Last week (and much of the weeks before), as most of you in the northwest of Europe may have noted, it was hot. While I was in the UK and spent most of my time in thoroughly air-conditioned libraries, it did not bother me much. But then I came back home, and for all kinds of practical reasons it was more convenient to work from my decidedly un-air-conditioned, early twentieth-century house than to make the four-hour round trip commute to my office at the University of Groningen, or to hide in other libraries.
So there I was. I was supposed to be writing a paper, but seemed to suffer from something I’ll unscientifically define as ‘cooked brain.’ Nothing sensible seemed to come out of my hands or mind. Maybe I should have gone to Groningen after all, as I suddenly remembered an oration by an eighteenth-century Dutch professor of anatomy who taught at Groningen and later at Leiden. Wouter van Doeveren (1730-1783) in 1770 gave an oration on the beneficial climate of the city of Groningen – it was his farewell to the city where he had worked for sixteen years.
Today, Dutch people still joke about the north of the Netherlands being colder than the south or even the middle, which seems rather ridiculous as the distances are tiny, the landscape is rather unvaried, and the entire country has a mild marine climate (Cfb in the Köppen-system). However, there is some truth to those quips: on the website of the Royal Dutch Meteorological Institute (KNMI), there are maps of the long-term average temperatures in the Netherlands, and these do show that on average, the west is about a degree Celsius or so warmer than the middle of the country, and the east is even a bit colder in winter, whereas in summer it is the other way around. So although it is more of a west-east divide than the popular idea of a north-south divide suggests, there are climatological differences in this tiny country.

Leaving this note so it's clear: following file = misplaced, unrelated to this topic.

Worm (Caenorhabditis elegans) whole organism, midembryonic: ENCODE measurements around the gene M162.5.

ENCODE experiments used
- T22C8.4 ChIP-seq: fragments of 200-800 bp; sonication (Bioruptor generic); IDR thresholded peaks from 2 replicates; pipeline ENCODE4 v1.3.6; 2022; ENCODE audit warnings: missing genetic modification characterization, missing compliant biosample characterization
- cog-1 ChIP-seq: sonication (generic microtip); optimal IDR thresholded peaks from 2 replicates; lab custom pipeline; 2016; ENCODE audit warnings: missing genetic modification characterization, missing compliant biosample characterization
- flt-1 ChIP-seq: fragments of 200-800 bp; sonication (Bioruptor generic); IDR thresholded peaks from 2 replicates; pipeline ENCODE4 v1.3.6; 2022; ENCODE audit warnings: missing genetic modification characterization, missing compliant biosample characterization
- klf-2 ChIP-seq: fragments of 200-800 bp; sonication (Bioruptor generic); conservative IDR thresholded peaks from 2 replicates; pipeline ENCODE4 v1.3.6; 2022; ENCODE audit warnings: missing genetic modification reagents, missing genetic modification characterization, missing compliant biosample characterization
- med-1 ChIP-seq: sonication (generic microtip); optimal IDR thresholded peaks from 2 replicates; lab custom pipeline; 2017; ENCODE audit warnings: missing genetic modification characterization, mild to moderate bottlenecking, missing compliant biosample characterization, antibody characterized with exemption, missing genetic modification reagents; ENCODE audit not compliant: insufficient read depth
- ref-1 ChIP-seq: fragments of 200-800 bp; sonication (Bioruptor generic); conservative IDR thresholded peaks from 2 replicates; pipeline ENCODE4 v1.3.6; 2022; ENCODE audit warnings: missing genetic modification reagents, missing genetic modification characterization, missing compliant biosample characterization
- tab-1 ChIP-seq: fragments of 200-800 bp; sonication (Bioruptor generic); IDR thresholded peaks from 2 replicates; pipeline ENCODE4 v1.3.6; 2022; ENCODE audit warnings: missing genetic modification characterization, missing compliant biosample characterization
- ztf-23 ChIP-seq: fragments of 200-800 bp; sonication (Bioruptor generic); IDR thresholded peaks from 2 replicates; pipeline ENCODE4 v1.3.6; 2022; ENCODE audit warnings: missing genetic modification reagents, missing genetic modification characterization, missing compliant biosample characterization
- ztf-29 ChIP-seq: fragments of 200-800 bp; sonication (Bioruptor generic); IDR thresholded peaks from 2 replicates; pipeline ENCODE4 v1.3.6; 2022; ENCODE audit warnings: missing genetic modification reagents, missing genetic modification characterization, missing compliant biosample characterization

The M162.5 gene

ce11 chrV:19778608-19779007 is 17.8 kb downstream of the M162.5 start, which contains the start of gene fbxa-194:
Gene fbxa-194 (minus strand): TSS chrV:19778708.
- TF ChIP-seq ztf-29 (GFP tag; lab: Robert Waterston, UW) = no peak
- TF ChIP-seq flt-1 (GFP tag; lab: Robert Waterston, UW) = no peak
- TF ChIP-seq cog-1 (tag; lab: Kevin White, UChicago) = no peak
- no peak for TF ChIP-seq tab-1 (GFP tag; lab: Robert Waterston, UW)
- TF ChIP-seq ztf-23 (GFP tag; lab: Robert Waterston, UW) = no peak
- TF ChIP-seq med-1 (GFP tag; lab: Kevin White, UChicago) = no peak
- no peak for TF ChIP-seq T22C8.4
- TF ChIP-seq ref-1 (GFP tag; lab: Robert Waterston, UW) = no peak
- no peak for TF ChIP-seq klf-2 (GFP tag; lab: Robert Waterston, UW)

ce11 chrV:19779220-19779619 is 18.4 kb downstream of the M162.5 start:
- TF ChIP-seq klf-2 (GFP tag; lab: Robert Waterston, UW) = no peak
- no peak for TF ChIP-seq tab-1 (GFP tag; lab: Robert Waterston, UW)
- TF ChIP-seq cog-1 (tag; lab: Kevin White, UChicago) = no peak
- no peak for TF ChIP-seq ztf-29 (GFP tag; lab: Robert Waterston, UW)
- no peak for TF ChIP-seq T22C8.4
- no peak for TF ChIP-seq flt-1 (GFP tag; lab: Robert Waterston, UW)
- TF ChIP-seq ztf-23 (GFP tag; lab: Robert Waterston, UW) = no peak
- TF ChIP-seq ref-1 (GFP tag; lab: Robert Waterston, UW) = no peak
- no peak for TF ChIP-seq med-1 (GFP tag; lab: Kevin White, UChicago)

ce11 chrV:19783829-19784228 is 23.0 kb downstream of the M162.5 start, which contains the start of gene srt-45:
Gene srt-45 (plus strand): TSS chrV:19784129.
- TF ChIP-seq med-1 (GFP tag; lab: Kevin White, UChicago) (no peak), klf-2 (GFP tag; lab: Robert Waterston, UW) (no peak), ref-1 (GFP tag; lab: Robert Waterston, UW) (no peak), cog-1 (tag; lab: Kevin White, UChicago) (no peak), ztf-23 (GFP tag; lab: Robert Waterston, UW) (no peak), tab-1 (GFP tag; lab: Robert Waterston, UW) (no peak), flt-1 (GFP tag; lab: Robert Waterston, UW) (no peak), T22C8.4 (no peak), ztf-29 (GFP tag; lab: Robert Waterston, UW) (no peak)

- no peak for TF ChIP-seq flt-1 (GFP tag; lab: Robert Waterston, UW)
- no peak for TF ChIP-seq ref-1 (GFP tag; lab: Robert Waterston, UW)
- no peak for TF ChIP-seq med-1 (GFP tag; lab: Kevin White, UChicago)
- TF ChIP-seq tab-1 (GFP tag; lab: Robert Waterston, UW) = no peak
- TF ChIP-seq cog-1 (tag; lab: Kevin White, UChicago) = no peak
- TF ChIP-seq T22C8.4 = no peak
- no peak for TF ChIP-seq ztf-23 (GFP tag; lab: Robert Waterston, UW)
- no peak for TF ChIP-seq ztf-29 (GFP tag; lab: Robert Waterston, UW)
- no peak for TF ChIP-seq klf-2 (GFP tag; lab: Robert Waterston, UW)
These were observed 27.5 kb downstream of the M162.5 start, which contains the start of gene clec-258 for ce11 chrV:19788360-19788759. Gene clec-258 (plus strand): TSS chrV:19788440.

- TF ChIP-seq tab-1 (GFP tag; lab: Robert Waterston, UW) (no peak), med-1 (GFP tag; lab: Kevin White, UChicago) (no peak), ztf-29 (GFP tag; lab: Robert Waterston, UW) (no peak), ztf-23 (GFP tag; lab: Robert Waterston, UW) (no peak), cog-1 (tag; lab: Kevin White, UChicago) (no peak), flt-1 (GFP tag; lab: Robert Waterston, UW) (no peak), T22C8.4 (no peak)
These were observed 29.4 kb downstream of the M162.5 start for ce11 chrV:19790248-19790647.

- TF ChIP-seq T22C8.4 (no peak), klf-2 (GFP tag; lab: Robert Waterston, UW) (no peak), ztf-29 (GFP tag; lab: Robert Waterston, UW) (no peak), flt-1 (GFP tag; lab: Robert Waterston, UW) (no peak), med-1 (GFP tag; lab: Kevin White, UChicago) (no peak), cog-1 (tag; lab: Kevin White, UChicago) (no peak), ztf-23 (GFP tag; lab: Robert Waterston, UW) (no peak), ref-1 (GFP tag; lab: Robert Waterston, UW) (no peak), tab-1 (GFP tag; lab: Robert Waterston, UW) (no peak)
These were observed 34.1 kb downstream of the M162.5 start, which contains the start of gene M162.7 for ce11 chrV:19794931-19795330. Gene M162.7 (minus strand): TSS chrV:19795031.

Van Doeveren had no KNMI maps, yet he did know that ‘the moderate marine climate of Groningen is beneficial for the body.’ The rather cool climate, according to his lecture, was good for people, as the cold enhances the solidity and resilience of the fibres of the body, strengthening it and thus multiplying the force of life. As he readily admitted, his ideas were based on the work of Hippocrates, who argued that studying the climate in various regions and cities and its influence on different bodies could provide information on the benefits of certain climates to human health. However, Van Doeveren disappointedly noted that although the climate and the natural resources of Groningen made it a rather healthy place, the population still wrought havoc on itself by choosing a diet of ‘corned or smoked meat and fish, pickled vegetables, old and sharp cheese,’ and unhealthy drinks like ‘acerb, sharp wines, strong spirits, and watery extracts.’
With Van Doeveren’s wise words in mind, I made a fresh salad and a jug of not-too-watery lemonade, put my fan on my desk, and got on with it. Next time we have a heat wave, I’ll take the salad and the lemonade to Groningen!